Oil paints

Hosted by Dave Parker from AFV Modeller magazine and Adam Wilder, this discussion group is geared towards modelling technique questions ranging from construction to final weathering. This forum was created so that "newbies" can post without being intimidated by the sometimes highly technical nature of the other discussion groups.

Oil paints

miguel dela rama
miguel dela rama

October 12th, 2003, 12:15 am #1

What type of thinner is recommended for oil paints? I've heard that turpentine melts the plastic or ruins the paint? Is this true?

thanks!
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tim whistler
tim whistler

October 12th, 2003, 3:17 am #2

it won't ruin plastic and is perfect for cleaning oil paint off brushes or thinning it. You can also buy turpenoid, which is a little less harsh but will do the same thing. Hope this helps;
-Tim
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Ken Neil
Ken Neil

October 13th, 2003, 1:58 am #3

I don't know about turpentine. It leaves a sticky gummy residue that over time can ruin good brushes. Turpenoid is probably your better bet. I use plain old
Home Hardware or Home Depot paint thinner for thinning oils and lacquer thinner for cleaning brushes
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Chris Johnson
Chris Johnson

October 13th, 2003, 1:04 pm #4

What type of thinner is recommended for oil paints? I've heard that turpentine melts the plastic or ruins the paint? Is this true?

thanks!
I can only give you my experience with turpenoid but I mixed up a wash two weeks ago and applied it to a Centaur model I was working on and it's still not dry. It made the Tamiya acrylic paint gummy to the touch and it will smear right off the plastic. Although it's gradually seems to be drying, it's leaving a sheen as it does. This long drying period may be as a result of high humidity in my basement, for lack of anything else that I can think of. I've moved the model upstairs to see if that quickens the drying process. My next experiment will be with mineral spirits.

Cheers,

Chris
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Alan Bessler
Alan Bessler

October 13th, 2003, 6:55 pm #5

You should clear coat the the model with a gloss acrylic clear before the wash.
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Chris Johnson
Chris Johnson

October 15th, 2003, 12:15 am #6

...and a friend advised that he applies his oil wash directly over the acrylic base paint. It works for him and if I follow his lead and use mineral spirits, I hope it'll work for me.

Cheers,

Chris
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Joined: August 28th, 2001, 4:56 pm

October 15th, 2003, 1:40 am #7

Chris did you use turpenoid or turpenoid natural? I too was experimenting with turpenoid back during the summer and I picked up turpenoid natural instead of turpenoid. Luckily I tried the wash mixture on an old model I keep for just that purpose. It is still today, almost 4 months later, tacky to the touch. I threw that bottle out real quick. I'm not sure what turpenoid natural is used for but it sure isn't for a wash!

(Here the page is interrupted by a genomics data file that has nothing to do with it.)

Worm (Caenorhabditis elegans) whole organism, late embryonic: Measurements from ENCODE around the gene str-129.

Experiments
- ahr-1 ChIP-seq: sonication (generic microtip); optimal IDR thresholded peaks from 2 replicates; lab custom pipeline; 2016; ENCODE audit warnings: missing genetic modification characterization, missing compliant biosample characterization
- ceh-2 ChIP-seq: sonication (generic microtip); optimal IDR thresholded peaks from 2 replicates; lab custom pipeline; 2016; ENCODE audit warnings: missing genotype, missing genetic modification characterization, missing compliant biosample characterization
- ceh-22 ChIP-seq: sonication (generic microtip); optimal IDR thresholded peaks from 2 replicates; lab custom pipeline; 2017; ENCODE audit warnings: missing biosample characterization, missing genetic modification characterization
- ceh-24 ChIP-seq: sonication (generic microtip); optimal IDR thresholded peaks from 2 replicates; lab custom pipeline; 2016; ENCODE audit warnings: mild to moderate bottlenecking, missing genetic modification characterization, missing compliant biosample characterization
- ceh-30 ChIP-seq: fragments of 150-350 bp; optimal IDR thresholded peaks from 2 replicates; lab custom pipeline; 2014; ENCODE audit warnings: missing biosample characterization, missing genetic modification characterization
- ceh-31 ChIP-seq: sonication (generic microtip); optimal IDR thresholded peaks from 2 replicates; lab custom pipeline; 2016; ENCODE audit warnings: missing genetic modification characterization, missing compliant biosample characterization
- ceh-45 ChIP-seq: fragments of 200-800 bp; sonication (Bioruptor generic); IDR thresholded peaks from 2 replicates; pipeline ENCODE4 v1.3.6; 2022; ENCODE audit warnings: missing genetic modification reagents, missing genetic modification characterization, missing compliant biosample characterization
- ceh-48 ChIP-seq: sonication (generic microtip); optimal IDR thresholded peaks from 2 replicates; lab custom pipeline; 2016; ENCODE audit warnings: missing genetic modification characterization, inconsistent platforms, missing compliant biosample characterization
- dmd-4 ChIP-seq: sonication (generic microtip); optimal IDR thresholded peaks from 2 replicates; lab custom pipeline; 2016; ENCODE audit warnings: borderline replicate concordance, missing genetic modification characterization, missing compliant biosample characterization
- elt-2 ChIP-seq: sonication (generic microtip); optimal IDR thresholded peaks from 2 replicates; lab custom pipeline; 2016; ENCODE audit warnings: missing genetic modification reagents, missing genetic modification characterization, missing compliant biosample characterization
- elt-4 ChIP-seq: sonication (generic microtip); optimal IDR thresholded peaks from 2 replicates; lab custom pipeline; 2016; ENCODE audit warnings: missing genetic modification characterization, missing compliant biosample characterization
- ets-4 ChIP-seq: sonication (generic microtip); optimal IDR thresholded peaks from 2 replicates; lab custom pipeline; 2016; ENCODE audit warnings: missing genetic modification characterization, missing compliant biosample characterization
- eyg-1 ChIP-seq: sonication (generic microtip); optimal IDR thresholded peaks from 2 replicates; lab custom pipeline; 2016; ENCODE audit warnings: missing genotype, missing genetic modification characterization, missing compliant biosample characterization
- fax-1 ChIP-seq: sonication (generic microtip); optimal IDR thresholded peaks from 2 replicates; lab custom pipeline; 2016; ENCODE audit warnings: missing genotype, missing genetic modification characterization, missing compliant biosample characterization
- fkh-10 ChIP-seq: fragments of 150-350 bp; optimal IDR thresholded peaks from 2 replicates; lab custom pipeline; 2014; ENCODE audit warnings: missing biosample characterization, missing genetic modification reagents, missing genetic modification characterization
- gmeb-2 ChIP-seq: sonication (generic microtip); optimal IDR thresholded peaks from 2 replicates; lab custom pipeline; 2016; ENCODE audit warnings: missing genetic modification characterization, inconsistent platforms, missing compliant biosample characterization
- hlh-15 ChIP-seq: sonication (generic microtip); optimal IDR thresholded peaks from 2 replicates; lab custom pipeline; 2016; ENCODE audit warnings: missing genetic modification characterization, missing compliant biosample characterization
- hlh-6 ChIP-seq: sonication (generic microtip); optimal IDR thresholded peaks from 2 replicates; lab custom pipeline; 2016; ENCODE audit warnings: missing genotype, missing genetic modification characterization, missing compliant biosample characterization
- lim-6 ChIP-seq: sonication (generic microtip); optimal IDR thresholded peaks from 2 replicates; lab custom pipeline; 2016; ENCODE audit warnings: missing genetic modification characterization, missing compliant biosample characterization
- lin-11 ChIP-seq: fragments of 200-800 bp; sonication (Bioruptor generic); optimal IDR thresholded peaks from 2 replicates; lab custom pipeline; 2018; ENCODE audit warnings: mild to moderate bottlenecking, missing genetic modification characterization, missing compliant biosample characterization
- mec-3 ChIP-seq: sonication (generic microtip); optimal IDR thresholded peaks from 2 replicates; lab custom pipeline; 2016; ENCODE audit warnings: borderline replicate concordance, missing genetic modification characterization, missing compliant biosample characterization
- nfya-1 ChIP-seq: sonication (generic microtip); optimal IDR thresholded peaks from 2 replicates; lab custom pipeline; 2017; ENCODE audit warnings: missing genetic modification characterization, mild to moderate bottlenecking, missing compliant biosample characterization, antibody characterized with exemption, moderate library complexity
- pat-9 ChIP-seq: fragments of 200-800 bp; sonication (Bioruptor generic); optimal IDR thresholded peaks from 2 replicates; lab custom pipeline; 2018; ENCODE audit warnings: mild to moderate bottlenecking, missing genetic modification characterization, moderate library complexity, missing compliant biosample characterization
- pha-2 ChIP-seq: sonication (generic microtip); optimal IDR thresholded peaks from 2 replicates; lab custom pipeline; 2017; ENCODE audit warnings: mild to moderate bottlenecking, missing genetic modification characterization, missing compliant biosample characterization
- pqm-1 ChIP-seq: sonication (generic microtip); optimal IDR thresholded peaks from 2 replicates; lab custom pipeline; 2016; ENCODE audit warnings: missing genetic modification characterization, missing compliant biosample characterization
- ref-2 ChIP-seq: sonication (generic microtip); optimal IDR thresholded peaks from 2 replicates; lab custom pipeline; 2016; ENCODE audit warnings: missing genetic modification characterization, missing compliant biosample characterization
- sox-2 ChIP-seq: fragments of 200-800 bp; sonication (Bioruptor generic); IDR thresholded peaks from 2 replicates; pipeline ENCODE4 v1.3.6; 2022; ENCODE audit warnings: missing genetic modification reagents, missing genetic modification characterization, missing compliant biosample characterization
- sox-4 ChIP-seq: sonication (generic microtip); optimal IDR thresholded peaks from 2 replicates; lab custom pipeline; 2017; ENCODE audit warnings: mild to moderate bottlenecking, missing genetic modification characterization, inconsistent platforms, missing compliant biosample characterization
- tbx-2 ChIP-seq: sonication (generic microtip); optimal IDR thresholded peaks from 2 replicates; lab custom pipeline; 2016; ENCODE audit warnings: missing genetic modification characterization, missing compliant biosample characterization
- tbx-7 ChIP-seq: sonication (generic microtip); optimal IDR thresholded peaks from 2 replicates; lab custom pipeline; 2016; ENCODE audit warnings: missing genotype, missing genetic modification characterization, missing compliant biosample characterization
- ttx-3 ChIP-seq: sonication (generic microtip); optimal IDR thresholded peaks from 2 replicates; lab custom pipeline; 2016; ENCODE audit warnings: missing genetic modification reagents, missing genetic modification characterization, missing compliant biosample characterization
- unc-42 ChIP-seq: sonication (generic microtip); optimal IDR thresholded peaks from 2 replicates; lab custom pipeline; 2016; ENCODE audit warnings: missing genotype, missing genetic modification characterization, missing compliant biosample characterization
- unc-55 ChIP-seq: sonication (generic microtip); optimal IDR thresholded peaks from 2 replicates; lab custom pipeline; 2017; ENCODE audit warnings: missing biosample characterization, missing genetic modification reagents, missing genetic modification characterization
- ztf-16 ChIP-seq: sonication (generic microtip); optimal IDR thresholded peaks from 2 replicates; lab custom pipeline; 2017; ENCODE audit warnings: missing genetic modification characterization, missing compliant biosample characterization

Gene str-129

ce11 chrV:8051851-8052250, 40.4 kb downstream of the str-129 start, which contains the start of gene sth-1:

Mike
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Ross Ferro
Ross Ferro

October 15th, 2003, 2:13 am #8

What type of thinner is recommended for oil paints? I've heard that turpentine melts the plastic or ruins the paint? Is this true?

thanks!
Try Zippo or Ronson lighter fluid.

It thins oil paints and also drys flat.

It doesn't appear to attack the base coat paint either.

Regards

Ross
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Dusty Burman
Dusty Burman

October 15th, 2003, 5:44 pm #9

What type of thinner is recommended for oil paints? I've heard that turpentine melts the plastic or ruins the paint? Is this true?

thanks!
Yes, I understand that this will not do the best job of completely thinning Oils. What it does do is make a 'wash' or stain that is unique. Turps do a very complete job of thinning oils but that's not the effect I was looking for. When I used turps I was underwhelmed by the long dry time required to judge the results. I think that slow drying also promoted pigment gathering in lines and corners. I decided there was minimal texture diference between the turps wash and airbrushing with a 'paint' wash. The Floquil Air Brush thinner leaves very, very small specks in the wash and dries faster than the turps. Don't mix a 'batch' of this wash mixture and store it in a bottle as the paint will eventually seperate from the Floquil thinner and solidify. I am using this mixture over old 'Thin with Diosol' Floquil that was mixed with PPG Duracryl Clear and Retarder.

Clearly the effect is different than turps. Maybe not the look you are trying for. Something to experiment with on scrap finished with whatever paint you are using.

Dusty Burman
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Chris Johnson
Chris Johnson

October 15th, 2003, 11:40 pm #10

Chris did you use turpenoid or turpenoid natural? I too was experimenting with turpenoid back during the summer and I picked up turpenoid natural instead of turpenoid. Luckily I tried the wash mixture on an old model I keep for just that purpose. It is still today, almost 4 months later, tacky to the touch. I threw that bottle out real quick. I'm not sure what turpenoid natural is used for but it sure isn't for a wash!

Mike
I just checked and it is Turpenoid Natural that I bought. That must be the problem. That'll teach me to try a new technique without checking it out on an old hulk first.

Cheers,

Chris
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